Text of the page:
Bacici, John Baptist Gauli

, surnamed the Painter, born at Genoa in 1639, went to Rome about his fourteenth year, where he placed himself with a dealer in pictures, at whose house he had frequent opportunities of seeing Bernini, of whom he received good advice in his art and assistance in his fortune. His first essays were the strokes of a masterly pencil, and he was thenceforward employed in capital works among others the cupola of Jesus at Rome, a grand and complicated performance, which it is impossible sufficiently to admire. But Bacici’s chief excellence lay in portrait-painting. He drew that of a man who had been dead twenty years. He began by chalking out a head from his own imagination then, retouching his work by little and little, according to the suggestions of those who had seen the person while alive, he at length succeeded in finishing a portrait acknowledged to be a Complete resemblance. Bacici painted with so much ease, that his hand in a considerable degree kept pace with the impetuosity Df his genius. His ideas were great and bold, sometimes fantastical his figures have an astonishing relief. He was a good colourist, and excellent in foreshortening, but he | is reproached with incorrectness in his drawing, and a bad taste in his draperies. Nevertheless his works are much esteemed. He died in 1709. 1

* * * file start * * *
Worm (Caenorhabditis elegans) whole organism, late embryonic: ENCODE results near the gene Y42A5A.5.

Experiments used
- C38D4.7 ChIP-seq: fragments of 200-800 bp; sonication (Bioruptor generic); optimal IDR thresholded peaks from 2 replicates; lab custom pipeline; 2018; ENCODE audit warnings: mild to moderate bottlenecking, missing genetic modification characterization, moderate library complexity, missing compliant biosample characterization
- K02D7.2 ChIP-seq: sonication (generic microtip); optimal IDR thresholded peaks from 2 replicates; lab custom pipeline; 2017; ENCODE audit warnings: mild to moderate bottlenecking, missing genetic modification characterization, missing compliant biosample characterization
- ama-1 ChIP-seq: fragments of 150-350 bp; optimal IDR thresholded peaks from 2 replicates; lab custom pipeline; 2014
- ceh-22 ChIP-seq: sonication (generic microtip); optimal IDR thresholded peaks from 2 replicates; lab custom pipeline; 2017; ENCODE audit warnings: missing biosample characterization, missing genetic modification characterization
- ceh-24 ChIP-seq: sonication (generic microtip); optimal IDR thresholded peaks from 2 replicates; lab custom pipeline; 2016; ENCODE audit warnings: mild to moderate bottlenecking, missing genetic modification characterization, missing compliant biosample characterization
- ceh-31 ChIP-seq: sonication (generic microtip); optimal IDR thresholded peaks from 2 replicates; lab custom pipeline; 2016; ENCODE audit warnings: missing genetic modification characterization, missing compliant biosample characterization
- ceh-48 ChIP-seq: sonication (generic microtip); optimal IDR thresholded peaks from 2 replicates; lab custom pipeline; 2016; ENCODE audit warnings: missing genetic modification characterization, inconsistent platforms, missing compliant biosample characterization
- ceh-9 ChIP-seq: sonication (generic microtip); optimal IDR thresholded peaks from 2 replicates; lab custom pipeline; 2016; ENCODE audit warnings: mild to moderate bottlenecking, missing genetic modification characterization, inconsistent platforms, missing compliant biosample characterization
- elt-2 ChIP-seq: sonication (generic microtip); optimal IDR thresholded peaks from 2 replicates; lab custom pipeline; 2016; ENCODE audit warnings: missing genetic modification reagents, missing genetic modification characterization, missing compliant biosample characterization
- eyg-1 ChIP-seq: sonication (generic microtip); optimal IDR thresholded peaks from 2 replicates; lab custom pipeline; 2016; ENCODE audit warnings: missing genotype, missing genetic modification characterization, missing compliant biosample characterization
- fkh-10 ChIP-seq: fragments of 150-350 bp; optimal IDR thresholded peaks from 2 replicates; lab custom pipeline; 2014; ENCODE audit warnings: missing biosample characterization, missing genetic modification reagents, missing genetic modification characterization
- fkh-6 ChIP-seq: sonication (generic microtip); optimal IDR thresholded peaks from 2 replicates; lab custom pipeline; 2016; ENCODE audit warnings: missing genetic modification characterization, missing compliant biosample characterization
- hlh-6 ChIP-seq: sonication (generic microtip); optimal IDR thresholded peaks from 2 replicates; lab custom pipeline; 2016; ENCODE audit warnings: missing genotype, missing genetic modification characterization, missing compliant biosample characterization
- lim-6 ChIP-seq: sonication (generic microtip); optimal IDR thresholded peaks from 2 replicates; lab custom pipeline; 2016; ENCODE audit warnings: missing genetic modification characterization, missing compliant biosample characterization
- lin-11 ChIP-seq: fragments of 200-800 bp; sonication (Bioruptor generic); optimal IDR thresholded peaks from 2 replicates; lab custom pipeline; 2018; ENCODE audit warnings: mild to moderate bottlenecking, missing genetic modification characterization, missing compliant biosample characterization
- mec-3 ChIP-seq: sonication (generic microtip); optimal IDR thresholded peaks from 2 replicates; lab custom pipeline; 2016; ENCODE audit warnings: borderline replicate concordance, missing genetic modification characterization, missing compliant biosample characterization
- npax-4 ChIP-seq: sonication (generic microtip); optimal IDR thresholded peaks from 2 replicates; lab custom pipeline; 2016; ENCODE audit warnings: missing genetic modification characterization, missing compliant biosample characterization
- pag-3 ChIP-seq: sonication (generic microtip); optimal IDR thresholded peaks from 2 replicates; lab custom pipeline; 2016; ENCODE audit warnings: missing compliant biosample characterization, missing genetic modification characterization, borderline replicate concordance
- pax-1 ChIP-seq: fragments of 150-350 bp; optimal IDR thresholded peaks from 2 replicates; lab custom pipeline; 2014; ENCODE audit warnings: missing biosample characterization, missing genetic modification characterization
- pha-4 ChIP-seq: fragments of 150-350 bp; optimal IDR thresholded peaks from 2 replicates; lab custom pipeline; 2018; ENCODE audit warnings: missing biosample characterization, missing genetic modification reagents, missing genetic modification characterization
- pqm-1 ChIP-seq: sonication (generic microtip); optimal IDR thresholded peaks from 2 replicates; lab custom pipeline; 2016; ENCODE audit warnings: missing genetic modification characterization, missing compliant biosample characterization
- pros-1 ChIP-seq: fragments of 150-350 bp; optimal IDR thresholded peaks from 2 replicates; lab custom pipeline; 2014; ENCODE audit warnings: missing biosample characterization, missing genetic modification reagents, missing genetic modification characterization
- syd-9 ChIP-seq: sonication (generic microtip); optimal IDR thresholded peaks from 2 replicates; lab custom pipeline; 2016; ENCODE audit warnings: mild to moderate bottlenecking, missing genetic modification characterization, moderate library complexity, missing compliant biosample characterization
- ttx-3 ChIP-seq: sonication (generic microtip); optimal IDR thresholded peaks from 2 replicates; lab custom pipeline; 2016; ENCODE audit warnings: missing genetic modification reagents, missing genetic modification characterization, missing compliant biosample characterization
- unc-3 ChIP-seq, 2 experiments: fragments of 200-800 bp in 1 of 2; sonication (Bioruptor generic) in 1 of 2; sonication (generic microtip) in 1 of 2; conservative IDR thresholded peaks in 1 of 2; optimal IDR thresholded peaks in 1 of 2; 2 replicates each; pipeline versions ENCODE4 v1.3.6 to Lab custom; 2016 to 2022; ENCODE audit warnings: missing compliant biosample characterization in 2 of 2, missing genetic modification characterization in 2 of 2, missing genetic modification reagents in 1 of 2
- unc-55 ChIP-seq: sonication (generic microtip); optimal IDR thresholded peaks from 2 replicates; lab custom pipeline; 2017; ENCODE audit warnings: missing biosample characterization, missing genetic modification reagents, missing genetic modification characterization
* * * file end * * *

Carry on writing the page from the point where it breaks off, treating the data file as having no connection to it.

Pilkington in Cauli. —Dict. Hist. Abre e des Vies des Feiatrcs, vo 1, II.